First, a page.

Senegal 2014 – Post #2

The markets in Theis seemed remarkably calm. Often, the vendors can be very aggressive as they try to sell their carvings, drums, and other trinkets. Later when we went to the food market to buy some tea and sugar, it was much like you might expect a bazaar from the original Indiana Jones. Crowded, people barging in front of you, and a lot of shouting. I have a translator friend who was very helpful to me in securing some African fabric for me to bring home to my wife.

I have been instructed not to use names of my Senegalese friends. Although the country officially recognizes religious choice, Christians are often persecuted. My harmless posts about someone who is Christian could result in maltreatment.

After a visit to Bartimee hospital, we had lunch at MIS (Mission to Inner Senegal) headquarters, and then piled into the bus for the trip to the village. So we left for the village Tuesday afternoon rather than Wednesday morning.

It was about a two hour drive. The first half is on paved road and the second half changes over to dirt. The people were happy to see us and we exchanged many happy greetings. Of course there were plenty of children around to help break the ice for any newcomer. They love it when someone shakes his or her hand or if we thumb-wrestle.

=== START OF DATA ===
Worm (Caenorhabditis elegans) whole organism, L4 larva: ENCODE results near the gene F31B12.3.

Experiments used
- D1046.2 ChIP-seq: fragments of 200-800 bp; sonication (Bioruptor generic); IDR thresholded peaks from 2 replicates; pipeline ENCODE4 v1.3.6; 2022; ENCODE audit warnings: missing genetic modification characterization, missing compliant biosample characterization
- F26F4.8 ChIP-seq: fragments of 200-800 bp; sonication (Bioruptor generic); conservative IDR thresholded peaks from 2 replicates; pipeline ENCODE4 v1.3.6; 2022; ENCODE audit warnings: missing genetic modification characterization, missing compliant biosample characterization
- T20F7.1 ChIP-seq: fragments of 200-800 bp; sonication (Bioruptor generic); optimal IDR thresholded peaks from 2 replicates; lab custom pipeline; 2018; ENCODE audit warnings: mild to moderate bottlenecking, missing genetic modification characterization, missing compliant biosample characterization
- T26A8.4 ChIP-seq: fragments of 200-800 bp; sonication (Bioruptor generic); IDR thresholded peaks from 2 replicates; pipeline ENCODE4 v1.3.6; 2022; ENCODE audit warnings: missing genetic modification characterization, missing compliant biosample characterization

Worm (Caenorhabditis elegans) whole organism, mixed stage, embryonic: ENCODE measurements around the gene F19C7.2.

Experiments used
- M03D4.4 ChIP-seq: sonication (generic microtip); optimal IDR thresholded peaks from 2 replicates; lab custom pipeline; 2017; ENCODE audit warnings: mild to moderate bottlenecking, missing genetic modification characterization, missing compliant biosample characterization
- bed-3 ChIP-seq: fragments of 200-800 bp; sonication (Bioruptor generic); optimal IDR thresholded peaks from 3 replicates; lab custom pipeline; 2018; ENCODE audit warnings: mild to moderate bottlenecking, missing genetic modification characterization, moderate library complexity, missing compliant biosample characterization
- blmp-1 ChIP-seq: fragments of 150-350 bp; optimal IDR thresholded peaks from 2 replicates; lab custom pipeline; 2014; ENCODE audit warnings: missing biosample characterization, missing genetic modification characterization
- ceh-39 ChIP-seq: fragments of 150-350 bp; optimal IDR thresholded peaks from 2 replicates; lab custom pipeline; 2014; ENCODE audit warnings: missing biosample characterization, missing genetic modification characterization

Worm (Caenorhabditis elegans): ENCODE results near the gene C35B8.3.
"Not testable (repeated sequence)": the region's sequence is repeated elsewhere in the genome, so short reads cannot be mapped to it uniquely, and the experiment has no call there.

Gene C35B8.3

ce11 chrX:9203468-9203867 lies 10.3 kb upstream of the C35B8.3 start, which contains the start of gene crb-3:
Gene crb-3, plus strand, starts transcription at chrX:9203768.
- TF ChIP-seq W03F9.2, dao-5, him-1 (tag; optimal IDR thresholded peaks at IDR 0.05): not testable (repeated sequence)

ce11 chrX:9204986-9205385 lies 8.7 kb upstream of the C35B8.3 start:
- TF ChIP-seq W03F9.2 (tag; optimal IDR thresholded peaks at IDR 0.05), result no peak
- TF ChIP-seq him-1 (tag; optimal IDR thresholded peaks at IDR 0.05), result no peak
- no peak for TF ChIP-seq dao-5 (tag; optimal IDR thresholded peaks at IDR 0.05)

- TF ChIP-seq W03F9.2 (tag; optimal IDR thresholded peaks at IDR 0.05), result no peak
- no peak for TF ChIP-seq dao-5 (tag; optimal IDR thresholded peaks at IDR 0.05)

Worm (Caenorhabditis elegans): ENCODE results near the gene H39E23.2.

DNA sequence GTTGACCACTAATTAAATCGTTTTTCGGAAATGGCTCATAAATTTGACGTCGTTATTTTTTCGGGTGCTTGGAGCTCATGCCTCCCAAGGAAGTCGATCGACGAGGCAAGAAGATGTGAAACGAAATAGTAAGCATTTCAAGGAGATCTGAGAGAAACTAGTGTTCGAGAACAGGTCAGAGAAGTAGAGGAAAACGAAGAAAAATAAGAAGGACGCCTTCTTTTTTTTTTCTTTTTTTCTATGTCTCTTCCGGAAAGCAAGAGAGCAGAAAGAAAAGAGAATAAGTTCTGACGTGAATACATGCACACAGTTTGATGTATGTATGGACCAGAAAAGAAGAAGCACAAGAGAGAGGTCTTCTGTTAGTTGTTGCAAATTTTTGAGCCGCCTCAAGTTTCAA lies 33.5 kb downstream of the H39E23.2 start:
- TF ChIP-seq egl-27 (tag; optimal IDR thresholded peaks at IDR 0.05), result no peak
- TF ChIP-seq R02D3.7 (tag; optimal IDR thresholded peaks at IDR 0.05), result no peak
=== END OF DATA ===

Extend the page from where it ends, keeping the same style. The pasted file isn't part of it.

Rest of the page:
It wasn’t too long before I saw my namesake who I will now call TK. TK looked genuinely glad to see me and we exchanged the traditional handshakes and greetings. I always mess these up so it can be a source of genuine amusement.

I asked him if the church had received the guitar I sent as a gift with a previous group and he said yes. About this guitar, I has trying to keep my expectations low. I was sure it could have easily been stolen, broken, or neglected. However, after returning to the compound from setting up our tents – I entered the compound to the sound of children singing. There, right in the middle of it all, was the guitar – intact and slightly out of tune. Yet it was perfect for the way that they were using it. That was what I wanted – not for them to play a Western instrument in a Western way, but in their own way.

This feeling was almost euphoric for me, and together with the guitar, the makeshift drums made from buckets – we sang and danced for hours.

All in all – a long, tiring, yet very fulfilling day.

5 thoughts on “Senegal 2014 – Post #2

  1. I FEEL LIKE i WAS THERE WITH YOU IN THE MARKETPLACE. MY MEMORIES OF GUAYAQUIL. AND WHAT A FANTASTIC EVENT SINGING AND FELLOWSHIPING AROUND THE GUITAR. THAT WAS WORTH THE TRIP.

  2. The guitar was great and I was so glad to see it being used. In fact, I received a prayer request from the worship team to get more instruments to “build” around the guitar. How cool is that? The guitar is the beginning piece of a possible future instrument-laden team.

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